As i just explained to the other user that displays a similar level of ignorance; "The Conductor will almost always radio or IC the engineer to ask why they are no longer moving, or if close enough will enter the operating cab. Its that simple. "
These RTD trains are not 3 miles long they are married pairs like SEPTA. Thats about 170 feet from head-end to rear-end. You try to insinuate that conductors are adults with special needs as they wouldn't be able to tell from how the train is moving or not moving that something is wrong.


You brought up Spuyten Duyvil and Frankford Junction. How exactly did conductors stop those crashes?
leviramsey
 
Posts: 325
Joined: Mon Aug 31, 2015 12:12 pm

Re: Denver Area Light and Heavy Rail (RTD) systems

Postby Jeff Smith » Mon Apr 25, 2016 6:12 pm

Topic moderated.
Next stop, Willoughby
~Jeff Smith (fka "Sarge") :: RAILROAD.NET Site Administrator
Jeff Smith
Site Admin
 
Posts: 7444
Joined: Tue Nov 07, 2006 9:28 am
Location: MP 67.2 Georgia Southern Railway

Re: Denver Area Light and Heavy Rail (RTD) systems

Postby SemperFidelis » Tue Apr 26, 2016 6:55 pm

I'll try this again:

Has anyone ridden the line?

Comments and verbal insults about the use or non use of conductors are great and all,but I'd like to know what it's like to ride the line and how many people are using it.
SemperFidelis
 
Posts: 1297
Joined: Thu Jun 01, 2006 3:49 pm
Location: Stupid Voterland

Re: Denver Area Light and Heavy Rail (RTD) systems

Postby NH2060 » Wed Apr 27, 2016 8:23 pm

I noticed from watching a news report online that the automated announcements feature the same voice as the one featured on the MBTA Commuter Rail.
NH2060
 
Posts: 1442
Joined: Thu Feb 25, 2010 4:44 pm

Re: Denver Area Light and Heavy Rail (RTD) systems

Postby enterprise11 » Wed Apr 27, 2016 9:12 pm

NH2060 wrote:I noticed from watching a news report online that the automated announcements feature the same voice as the one featured on the MBTA Commuter Rail.


Not surprised given that Alternate Concepts, owned by former T general manager James O'Leary and previous operator of MBTA CR (MBCR), is now one of the principals of Denver Transit Partners.
enterprise11
 
Posts: 50
Joined: Tue Feb 14, 2012 5:33 pm

Re: Denver Area Light and Heavy Rail (RTD) systems

Postby lpetrich » Tue May 10, 2016 6:44 am

Another opening coming up: B Line to Westminster opens July 25 That's a Monday, but there may be pre-opening festivities in the weekend before it.

Construction to start on SE Rail Extension in May The FTA has awarded the project $92 million, with the rest of the project's $233.1 m cost coming from local sources.

From what I've seen of the Denver commuter-rail lines, they seem like they will be separate from freight-rail tracks for most or all of their lengths. I'm sure of this for the Airport Line, and pictures of construction suggest this for the Gold Line. The North Metro Line may be an exception, however, though it may only have branchline traffic.
lpetrich
 
Posts: 1117
Joined: Sun Sep 21, 2008 2:09 pm

Re: Denver Area Light and Heavy Rail (RTD) systems

Postby lpetrich » Sun May 22, 2016 7:51 pm

World Wide Woodard: Lessons from Denver's transit triumph
Denver did a number of remarkable things to make it happen: foster cooperation across a vast metropolitan region, convince a skeptical public to increase taxes to build it, and when budget and expense forecasts collapsed in the face of the 2007-2008 financial collapse, create the nation's first large-scale transit public-private partnership to get much of the system built.

But the biggest lesson learned: the greatest benefit of the system isn't relieving traffic congestion, it's the revolution in land use the stations and lines catalyze. Denver had to discover this along the way, but other cities contemplating major expansions can take advantage of what they learned.

Salvation And Missed Opportunity: Metro Denver Train Expansion | CPR -- has an audio interview with him
The Train That Saved Denver - POLITICO Magazine -- discussing in detail the civic context of the city's rail-transit development.

The story started in 1973, when some Denverites became worried that their city was becoming too much like Houston, sprawling and smoggy. A region-wide solution required region-wide cooperation, and the politicians decided that their municipalities would not be trying to poach businesses from each other. The first line opened in 1994, from downtown southward along Interstate 25. It was much more successful than anyone expected and it was extended to Littleton in 2000. Then FasTracks was passed in 2004, succeeding where a similar measure failed in 1997. It even survived the Great Recession of 2008.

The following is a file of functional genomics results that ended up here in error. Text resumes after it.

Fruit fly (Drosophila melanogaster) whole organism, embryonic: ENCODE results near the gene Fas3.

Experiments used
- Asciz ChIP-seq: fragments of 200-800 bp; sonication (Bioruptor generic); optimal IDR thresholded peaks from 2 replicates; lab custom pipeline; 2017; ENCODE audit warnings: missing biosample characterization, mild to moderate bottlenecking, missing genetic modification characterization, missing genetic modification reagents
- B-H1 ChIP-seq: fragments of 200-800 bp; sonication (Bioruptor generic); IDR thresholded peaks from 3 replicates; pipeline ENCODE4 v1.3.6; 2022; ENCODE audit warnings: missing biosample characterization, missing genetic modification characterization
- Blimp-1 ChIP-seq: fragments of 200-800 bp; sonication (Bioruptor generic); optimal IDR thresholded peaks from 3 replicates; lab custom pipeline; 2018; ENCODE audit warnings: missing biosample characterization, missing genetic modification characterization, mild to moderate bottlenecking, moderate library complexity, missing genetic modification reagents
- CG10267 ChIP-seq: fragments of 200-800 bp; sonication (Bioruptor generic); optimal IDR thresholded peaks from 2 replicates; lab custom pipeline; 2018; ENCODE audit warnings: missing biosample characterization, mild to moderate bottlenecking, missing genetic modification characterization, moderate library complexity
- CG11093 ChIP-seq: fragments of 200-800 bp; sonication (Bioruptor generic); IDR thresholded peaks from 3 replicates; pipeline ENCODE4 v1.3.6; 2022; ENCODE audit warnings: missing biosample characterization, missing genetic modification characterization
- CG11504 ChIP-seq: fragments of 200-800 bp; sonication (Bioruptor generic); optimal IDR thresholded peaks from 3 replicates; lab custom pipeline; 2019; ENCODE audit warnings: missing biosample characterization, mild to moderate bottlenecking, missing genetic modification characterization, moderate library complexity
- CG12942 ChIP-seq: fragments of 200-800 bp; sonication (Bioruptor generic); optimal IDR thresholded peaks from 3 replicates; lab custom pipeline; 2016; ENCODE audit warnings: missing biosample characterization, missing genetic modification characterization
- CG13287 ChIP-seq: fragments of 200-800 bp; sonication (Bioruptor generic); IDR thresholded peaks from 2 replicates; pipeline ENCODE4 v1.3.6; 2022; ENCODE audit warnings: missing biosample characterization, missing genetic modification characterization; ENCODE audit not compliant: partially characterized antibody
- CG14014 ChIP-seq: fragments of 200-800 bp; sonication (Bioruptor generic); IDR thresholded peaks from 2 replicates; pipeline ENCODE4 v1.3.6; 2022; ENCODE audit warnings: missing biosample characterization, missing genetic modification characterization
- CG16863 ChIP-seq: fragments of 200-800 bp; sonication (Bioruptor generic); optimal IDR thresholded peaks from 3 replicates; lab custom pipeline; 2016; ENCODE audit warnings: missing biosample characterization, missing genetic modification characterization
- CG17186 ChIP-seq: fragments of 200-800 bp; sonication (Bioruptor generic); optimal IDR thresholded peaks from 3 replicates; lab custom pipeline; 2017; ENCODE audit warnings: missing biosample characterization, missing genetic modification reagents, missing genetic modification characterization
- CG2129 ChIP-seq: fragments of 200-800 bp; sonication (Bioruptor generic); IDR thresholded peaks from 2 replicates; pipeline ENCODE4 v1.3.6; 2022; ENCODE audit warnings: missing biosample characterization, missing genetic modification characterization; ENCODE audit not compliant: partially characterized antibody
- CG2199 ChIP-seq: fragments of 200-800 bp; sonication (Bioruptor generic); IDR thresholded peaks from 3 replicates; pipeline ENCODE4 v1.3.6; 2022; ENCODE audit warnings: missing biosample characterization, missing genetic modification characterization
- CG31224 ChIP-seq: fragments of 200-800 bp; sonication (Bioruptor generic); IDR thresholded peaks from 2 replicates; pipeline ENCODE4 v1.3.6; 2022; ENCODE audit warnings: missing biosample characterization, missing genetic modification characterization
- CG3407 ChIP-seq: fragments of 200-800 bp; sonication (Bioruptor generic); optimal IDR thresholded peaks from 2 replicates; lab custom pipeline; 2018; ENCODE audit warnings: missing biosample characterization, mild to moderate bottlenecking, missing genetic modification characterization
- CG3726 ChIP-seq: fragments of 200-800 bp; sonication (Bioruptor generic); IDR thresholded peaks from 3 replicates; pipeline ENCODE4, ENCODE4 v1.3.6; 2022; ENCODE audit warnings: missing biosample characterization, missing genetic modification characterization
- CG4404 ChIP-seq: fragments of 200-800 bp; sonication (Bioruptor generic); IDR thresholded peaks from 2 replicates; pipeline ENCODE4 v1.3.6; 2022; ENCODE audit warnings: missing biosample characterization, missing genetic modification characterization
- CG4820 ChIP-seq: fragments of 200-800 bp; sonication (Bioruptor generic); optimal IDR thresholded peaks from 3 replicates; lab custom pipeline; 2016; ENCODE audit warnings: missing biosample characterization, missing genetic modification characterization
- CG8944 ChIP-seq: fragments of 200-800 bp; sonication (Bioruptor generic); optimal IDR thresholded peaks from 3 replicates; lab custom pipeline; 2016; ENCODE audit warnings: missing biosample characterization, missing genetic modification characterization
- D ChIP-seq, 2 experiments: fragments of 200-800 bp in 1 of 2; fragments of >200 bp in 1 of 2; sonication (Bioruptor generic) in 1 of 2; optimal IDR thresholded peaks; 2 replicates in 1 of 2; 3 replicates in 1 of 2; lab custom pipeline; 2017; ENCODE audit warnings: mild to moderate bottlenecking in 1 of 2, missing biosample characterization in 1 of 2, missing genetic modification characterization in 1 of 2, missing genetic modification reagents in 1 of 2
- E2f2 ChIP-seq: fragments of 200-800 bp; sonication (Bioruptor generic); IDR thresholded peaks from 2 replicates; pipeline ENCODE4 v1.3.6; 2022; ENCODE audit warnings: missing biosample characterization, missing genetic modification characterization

At first, the system's designers thought of it as an alternative to cars. Thus, the E line running in I-25. But they later decided that it was better for encouraging car-optional economic development -- transit-oriented development.

But there are still parts still in planning.
The only segment that wasn’t funded was a 35-mile rail connection to Boulder and Longmont, northwest of the city. “That corridor is still the one we get thumped on the most,” RTD’s Donovan says. “But it’s the most challenging project because it will cost $1.1 to $1.4 billion to build.”

The only big one, that is. There are still some small unfunded segments, like the southwest one, the central one, the end of the North Metro line, and the double-tracking of parts of the Airport Line.

Colin Woodard is a journalist who has written about a lot of things, and this is the first time that I know of that he's written on rail-transit planning.
lpetrich
 
Posts: 1117
Joined: Sun Sep 21, 2008 2:09 pm

Re: Denver Area Light and Heavy Rail (RTD) systems

Postby Jehochman » Fri Jul 01, 2016 3:17 pm

I had a chance to ride the Denver RTD A line round trip from the airport to Union station. It takes about 45 minutes. There are 6 intermediate stops. It's $9 including unlimited trips for the day. From union station I used the free 16th street mall buses. Was in Denver for two days and never used a car.

The train is well used. Each set has three cars each with nice luggage racks. The platform is just outside the terminal. Go straight towards the hotel, through the arch and you are there. Ticket vending machines at the airport are on the platform. In union station the machines are at the end of the platform not on the platform.

Top speed is 79 mph per my GPS. The line runs along an active runway so you can race airplanes.
Jehochman
 
Posts: 242
Joined: Sun Dec 08, 2013 6:39 pm
Location: Connecticut

Re: Denver Area Light and Heavy Rail (RTD) systems

Postby Gilbert B Norman » Fri Jul 01, 2016 8:11 pm

Mr. Hochman, the last time I was in Denver with a need for public transportation to.the Airport was July '08 in response to a Service "buddy" who was in a "bad way" (since deceased).

I recall the bus rides into town and back to the airport, and even then I thought they were efficient. It sounds as if this RTD line is an improvement over what I saw as quite adequate service.
Gilbert B Norman
 
Posts: 12900
Joined: Fri Mar 12, 2004 6:52 am
Location: Clarendon Hills, IL (BNSF Aurora Sub; MP 18.71)

PreviousNext

Return to General Discussion - Passenger Rail

Who is online

Users browsing this forum: No registered users and 1 guest